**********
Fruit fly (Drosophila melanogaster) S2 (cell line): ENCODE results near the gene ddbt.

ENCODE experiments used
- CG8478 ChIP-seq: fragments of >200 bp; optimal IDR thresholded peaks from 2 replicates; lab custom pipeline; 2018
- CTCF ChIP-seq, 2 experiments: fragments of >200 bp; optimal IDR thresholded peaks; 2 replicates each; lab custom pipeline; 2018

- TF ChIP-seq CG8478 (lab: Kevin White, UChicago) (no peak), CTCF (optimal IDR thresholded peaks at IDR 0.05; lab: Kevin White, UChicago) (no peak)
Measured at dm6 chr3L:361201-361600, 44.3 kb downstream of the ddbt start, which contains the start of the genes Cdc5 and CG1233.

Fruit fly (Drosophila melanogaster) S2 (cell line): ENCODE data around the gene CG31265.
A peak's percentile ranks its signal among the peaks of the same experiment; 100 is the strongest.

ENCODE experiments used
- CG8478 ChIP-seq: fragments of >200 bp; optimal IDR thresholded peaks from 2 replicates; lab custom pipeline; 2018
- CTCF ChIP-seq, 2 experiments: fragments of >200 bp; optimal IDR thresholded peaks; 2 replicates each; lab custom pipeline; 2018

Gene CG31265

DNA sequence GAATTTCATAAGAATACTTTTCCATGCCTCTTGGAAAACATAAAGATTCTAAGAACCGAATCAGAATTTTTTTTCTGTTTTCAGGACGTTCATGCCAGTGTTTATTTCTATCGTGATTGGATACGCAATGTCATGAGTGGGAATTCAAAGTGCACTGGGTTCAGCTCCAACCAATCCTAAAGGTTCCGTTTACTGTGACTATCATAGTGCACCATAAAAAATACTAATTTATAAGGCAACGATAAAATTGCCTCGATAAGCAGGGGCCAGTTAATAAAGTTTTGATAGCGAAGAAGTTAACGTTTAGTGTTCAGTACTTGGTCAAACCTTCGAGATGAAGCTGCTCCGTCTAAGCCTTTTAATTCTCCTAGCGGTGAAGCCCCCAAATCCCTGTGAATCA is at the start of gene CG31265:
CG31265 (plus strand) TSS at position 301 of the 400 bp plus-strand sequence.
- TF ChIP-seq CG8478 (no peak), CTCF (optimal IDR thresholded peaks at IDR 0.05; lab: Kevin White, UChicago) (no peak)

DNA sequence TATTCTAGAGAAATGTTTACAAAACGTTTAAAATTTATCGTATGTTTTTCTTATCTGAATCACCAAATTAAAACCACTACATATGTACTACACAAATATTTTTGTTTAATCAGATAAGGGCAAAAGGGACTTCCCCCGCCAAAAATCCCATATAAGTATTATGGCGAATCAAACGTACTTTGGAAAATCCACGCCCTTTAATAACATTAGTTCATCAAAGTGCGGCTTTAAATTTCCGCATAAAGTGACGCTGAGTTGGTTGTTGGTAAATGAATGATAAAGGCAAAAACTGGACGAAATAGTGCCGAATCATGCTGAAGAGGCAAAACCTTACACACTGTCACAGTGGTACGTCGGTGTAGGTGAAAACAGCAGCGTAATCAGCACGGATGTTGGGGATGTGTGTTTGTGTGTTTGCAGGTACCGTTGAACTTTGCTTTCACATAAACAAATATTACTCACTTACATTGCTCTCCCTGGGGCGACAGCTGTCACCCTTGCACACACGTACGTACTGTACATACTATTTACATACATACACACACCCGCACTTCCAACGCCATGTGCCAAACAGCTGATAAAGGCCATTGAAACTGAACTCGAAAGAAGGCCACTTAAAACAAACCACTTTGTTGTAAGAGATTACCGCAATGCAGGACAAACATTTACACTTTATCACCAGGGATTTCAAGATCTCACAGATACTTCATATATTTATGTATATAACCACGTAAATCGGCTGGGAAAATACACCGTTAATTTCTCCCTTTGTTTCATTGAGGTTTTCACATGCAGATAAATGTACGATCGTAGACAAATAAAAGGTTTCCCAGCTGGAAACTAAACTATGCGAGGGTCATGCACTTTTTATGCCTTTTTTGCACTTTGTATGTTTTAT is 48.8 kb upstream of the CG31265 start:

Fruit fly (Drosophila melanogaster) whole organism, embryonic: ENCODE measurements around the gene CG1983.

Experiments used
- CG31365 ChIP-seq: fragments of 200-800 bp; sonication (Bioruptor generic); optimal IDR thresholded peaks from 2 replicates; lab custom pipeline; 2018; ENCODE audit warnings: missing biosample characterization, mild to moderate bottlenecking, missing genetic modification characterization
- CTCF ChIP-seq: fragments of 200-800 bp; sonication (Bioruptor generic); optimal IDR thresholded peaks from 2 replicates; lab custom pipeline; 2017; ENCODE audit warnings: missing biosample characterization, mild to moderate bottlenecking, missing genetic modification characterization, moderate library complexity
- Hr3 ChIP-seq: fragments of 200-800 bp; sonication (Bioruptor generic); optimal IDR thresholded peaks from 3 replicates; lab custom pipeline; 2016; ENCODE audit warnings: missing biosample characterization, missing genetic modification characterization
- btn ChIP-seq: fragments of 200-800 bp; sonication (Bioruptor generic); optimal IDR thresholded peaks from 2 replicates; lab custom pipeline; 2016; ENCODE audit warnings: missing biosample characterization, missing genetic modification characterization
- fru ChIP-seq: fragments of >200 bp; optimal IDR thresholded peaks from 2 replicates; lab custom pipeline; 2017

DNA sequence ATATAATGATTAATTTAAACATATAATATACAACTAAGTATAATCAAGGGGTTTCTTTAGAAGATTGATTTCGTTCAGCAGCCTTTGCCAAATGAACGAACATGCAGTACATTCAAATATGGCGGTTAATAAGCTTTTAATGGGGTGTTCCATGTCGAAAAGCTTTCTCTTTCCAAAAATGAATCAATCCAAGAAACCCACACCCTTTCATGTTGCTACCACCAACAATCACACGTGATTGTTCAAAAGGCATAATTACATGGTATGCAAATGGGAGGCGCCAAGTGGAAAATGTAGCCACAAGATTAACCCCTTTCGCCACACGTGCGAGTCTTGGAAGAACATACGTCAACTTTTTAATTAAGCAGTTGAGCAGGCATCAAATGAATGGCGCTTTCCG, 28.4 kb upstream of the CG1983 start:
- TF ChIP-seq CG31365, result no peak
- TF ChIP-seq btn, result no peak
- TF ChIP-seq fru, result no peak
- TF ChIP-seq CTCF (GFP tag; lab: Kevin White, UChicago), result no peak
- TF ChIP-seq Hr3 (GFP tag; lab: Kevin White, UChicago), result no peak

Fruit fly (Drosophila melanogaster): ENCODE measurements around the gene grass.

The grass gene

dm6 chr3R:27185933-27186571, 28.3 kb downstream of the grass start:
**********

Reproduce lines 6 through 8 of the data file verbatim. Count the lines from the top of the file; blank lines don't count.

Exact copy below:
Measured at dm6 chr3L:361201-361600, 44.3 kb downstream of the ddbt start, which contains the start of the genes Cdc5 and CG1233.

Fruit fly (Drosophila melanogaster) S2 (cell line): ENCODE data around the gene CG31265.
A peak's percentile ranks its signal among the peaks of the same experiment; 100 is the strongest.